Health Check: Four Aces Diner (West Lebanon, NH)

One of the more venerable dining institutions of the Upper Valley is the Four Aces Diner in West Lebanon. You can read about their fairly complicated history in my previous review way back in 2011, but in the last 14 years since the owners, the Shorey family, resumed management and daily operations of the diner, it has been a consistent spot for classic American diner fare for lunch and dinner.

Unfortunately, however, with the passage of time the Shorey family is again looking towards retirement, and since late November 2022, the diner is once again for sale, so when we recently were heading down south for a weekend, we decided that it was time to get another visit in while they are still running at full strength, check out our favorites and give everyone an update on how the place is going.

One of the big features of Four Aces is that the word has definitely gotten out about the place; if you aren’t showing up on the early side, a typical weekend visit easily can have the line out the door and along the front of the building… and that’s if you can get a parking spot. They’ve alleviated some of this during the warmer months with the addition of some awnings and outdoor seating (they even started this pre-Covid, just rolling with it during the 2020 height of pandemic), and the staff is pretty efficient, so don’t worry if the line is modestly long; it does move quicker than you think. But if there’s a long line and you are also hunting for a parking spot? You might be better of coming another time.

But once you get in the door, one thing I adore about the Four Aces is that the overall experience is surprisingly unchanged since my last review: aside from a few changes at the tables (at some point, the tables lost the no-longer-working miniature juke boxes), and possibly a little bit of new upholstery, the interior is still pretty much “classic Worcester Diner”: lots of chrome, formica, spinning stools, leather booths, and the like. And that shouldn’t be surprising; despite currently being located in a larger building, the Four Aces actually used to be a free-standing Worcester Diner, but after a fire and relocation in the 1980s, it was integrated into a larger structure to stabilize the diner structure and provide a larger kitchen. And the diner also sports more than a little “American Kitsch”, including a good collection of Elvis paraphernalia. So they’ve got the ambiance down pat.

Menu-wise, it’s pretty much “upscale dinner”. The backbone of the menu is classic diner dishes, with breakfast combos, Benedicts, omelets, burgers, melts. If you’re looking for a diner classic, chances are, they’ve got it, including a lot of the New England stalwarts like baked beans, kielbasa, and corned beef hash. And occasionally, I’ll also see some of the more obscure choices, like red flannel hash or scrapple.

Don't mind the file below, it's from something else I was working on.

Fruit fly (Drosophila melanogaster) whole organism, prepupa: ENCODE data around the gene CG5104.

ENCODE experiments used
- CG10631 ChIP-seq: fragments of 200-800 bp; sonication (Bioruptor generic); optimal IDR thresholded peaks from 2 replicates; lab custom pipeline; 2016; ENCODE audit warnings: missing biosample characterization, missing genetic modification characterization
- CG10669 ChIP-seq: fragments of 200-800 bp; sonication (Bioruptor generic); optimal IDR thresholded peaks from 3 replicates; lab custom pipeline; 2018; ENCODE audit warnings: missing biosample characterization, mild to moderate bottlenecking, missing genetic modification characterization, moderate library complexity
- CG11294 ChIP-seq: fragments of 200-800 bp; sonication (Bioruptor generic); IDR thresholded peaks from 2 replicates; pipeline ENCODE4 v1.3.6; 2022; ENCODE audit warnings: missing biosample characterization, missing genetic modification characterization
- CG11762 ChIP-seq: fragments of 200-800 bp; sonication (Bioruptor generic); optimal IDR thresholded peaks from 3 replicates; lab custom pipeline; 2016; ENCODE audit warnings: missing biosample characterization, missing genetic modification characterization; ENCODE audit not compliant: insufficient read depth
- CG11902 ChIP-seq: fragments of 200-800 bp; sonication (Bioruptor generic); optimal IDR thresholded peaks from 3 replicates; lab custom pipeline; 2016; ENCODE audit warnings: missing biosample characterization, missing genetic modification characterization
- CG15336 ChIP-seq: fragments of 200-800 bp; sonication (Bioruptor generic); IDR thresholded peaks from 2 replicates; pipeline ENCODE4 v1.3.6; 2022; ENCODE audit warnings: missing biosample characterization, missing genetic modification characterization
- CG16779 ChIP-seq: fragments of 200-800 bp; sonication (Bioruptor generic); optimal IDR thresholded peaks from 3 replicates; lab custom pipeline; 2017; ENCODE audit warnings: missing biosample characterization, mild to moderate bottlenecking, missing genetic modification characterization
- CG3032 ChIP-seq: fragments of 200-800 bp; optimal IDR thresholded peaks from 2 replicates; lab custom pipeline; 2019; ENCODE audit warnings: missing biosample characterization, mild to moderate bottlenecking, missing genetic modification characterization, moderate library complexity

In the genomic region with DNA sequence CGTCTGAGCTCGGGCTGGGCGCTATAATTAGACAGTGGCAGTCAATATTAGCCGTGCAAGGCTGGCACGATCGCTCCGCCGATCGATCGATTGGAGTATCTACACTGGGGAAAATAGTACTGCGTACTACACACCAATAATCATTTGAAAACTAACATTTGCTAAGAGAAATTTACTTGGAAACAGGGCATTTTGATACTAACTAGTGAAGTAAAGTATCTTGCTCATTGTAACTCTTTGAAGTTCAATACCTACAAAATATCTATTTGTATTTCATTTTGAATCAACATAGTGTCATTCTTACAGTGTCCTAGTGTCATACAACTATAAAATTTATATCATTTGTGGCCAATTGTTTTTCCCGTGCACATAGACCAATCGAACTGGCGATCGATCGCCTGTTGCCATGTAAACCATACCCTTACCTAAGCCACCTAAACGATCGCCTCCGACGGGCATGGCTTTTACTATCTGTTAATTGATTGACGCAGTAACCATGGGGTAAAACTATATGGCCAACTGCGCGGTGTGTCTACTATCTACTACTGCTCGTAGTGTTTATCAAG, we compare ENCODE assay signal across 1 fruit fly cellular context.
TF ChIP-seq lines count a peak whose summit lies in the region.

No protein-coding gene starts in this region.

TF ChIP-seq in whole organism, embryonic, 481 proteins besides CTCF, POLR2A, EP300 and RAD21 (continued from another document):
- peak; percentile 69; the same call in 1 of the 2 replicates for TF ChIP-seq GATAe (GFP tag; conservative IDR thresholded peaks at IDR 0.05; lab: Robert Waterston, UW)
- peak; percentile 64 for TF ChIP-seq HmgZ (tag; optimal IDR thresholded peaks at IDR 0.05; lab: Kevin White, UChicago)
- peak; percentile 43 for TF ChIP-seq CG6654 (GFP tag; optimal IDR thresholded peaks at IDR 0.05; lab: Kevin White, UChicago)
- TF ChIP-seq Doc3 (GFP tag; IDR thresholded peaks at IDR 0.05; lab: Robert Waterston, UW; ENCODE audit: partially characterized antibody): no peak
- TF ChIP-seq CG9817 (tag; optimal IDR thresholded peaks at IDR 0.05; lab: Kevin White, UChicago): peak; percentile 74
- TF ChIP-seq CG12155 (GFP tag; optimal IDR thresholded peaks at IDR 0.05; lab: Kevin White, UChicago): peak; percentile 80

Two of the notable house specialties are baked items: the infamous “Bigly Donut” which is basically a giant plate-sized donut, served either straight up or grilled with maple syrup and whipped cream. I’ve had it, and it’s great, but it is kind of excessive. More up my line is the next baked specialty: popovers. It’s a classic popover with a simple egg batter, but they cook these in small batches all day so they are always fresh and crisp, and when served up with a maple compound butter, it’s a one of those old-school dishes that I look forward to on most visits, although Carol and I will often share one to cut back on the overall calories.

For my main course… the menu at Four Aces always has a good selection of Benedict variations, usually five or six, including a Florentine (spinach and Feta), a bacon-based one, an Irish one with corned beef… and frequently the Montrealer, with smoked-meat. I went for the Irish Benedict (looking over the history of Offbeat Eats, this is now probably my single most frequently ordered dish), and it’s always a solid dish here: a nice house-made CBH with some seriously good chunks of meat and a nice crisp, a good toast on the English muffin, a nice tang to the Hollandaise sauce, and some perfectly-poached eggs. Add in some of the area’s better home fries, and it’s a winning dish.

So… if you’re around the Upper Valley… the for-sale sign is up, they are looking for new owners, and the clock is ticking. We may end up lucking out with a new owner that keeps the tradition alive… or we might not. Strike while the iron is still hot.

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